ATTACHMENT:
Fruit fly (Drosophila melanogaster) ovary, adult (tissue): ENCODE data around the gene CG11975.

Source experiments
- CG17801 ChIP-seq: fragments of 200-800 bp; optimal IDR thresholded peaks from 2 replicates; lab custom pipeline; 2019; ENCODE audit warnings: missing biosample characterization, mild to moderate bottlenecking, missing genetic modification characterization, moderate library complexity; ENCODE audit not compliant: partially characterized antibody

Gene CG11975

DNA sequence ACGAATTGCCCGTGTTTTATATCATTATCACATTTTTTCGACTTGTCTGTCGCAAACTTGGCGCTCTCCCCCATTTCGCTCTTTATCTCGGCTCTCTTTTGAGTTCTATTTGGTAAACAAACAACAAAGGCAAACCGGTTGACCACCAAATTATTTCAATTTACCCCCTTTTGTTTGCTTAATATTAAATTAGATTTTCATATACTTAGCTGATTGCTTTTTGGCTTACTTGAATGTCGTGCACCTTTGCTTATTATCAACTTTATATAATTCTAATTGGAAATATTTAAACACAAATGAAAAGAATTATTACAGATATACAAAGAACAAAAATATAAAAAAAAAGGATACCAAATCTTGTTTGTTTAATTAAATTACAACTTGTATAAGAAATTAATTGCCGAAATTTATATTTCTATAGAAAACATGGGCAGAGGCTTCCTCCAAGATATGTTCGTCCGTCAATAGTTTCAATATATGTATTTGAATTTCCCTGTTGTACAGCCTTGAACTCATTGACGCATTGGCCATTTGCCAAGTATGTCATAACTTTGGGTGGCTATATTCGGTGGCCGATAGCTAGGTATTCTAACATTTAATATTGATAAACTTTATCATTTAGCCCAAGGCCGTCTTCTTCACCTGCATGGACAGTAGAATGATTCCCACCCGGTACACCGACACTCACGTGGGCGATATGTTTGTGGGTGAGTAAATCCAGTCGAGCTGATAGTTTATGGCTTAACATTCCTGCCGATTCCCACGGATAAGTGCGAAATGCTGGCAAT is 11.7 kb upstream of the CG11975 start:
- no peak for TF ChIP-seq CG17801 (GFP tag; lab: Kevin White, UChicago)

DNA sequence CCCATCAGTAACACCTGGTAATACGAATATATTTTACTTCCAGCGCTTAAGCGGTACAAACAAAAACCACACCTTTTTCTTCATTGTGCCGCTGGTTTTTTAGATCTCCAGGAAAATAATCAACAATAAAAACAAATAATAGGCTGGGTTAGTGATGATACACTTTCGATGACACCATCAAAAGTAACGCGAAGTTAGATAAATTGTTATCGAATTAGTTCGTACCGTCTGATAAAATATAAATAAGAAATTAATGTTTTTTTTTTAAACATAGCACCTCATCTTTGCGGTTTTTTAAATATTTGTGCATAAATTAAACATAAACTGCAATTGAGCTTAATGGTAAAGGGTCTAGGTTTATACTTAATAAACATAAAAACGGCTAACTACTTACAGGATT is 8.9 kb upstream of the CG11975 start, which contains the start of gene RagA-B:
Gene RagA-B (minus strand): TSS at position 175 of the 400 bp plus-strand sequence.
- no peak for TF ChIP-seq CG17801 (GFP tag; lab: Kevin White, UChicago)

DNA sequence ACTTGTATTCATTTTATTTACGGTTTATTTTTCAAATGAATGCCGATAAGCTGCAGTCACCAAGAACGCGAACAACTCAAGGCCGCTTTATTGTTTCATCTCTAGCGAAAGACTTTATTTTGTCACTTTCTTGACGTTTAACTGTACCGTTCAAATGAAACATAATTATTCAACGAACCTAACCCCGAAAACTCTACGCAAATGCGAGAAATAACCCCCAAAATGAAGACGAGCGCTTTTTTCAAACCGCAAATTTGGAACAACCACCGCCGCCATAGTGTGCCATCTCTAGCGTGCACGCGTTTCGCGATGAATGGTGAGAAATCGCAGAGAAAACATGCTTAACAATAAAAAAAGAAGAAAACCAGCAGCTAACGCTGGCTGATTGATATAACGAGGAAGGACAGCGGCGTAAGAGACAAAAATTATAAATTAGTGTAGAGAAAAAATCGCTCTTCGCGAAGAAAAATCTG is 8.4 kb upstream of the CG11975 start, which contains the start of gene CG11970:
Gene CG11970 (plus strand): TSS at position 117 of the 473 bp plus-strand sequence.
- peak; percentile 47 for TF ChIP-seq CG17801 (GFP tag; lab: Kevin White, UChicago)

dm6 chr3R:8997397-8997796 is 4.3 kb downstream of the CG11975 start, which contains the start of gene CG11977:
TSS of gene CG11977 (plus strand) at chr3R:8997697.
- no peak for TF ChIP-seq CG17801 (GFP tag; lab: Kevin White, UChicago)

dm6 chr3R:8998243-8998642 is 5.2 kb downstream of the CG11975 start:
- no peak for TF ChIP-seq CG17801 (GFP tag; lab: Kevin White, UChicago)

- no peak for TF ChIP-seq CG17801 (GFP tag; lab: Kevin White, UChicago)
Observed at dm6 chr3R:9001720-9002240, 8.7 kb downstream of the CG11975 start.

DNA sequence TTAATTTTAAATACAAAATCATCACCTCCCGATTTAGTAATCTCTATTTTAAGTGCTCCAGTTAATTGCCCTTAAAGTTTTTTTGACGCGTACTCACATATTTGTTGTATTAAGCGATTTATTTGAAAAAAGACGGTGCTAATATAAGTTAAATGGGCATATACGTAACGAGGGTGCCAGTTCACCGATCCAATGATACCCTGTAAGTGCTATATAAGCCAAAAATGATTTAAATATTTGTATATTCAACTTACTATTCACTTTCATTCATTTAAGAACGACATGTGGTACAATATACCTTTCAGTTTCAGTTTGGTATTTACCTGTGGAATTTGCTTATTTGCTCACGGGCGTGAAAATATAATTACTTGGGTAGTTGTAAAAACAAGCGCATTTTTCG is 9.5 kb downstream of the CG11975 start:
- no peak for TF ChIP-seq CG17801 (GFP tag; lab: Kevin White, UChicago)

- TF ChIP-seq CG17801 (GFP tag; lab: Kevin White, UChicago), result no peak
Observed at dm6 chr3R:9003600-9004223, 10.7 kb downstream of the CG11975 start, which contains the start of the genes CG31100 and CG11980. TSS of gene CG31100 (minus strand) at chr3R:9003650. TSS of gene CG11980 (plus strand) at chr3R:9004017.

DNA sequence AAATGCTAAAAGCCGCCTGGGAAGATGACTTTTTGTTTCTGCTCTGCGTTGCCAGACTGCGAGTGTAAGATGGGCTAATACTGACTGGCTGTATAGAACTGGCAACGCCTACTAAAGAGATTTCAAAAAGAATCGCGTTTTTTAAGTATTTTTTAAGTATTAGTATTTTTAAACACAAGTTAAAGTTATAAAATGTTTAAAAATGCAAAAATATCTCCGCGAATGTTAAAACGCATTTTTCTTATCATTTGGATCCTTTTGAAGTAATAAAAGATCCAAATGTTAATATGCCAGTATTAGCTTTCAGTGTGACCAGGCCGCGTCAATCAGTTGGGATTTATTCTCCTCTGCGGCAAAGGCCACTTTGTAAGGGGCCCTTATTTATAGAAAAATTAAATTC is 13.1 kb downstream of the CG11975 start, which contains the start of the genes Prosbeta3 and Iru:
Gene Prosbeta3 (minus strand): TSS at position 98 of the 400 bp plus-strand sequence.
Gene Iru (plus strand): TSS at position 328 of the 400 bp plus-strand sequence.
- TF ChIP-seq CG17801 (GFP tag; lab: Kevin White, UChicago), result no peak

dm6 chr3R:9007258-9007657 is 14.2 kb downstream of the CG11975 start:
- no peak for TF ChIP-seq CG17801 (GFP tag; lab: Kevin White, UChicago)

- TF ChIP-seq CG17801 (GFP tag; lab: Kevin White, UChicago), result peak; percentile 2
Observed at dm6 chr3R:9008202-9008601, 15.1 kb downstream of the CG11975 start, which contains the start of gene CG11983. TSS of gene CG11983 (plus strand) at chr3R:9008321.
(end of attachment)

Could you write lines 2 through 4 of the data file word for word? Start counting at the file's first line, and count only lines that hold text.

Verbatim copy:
Source experiments
- CG17801 ChIP-seq: fragments of 200-800 bp; optimal IDR thresholded peaks from 2 replicates; lab custom pipeline; 2019; ENCODE audit warnings: missing biosample characterization, mild to moderate bottlenecking, missing genetic modification characterization, moderate library complexity; ENCODE audit not compliant: partially characterized antibody

Gene CG11975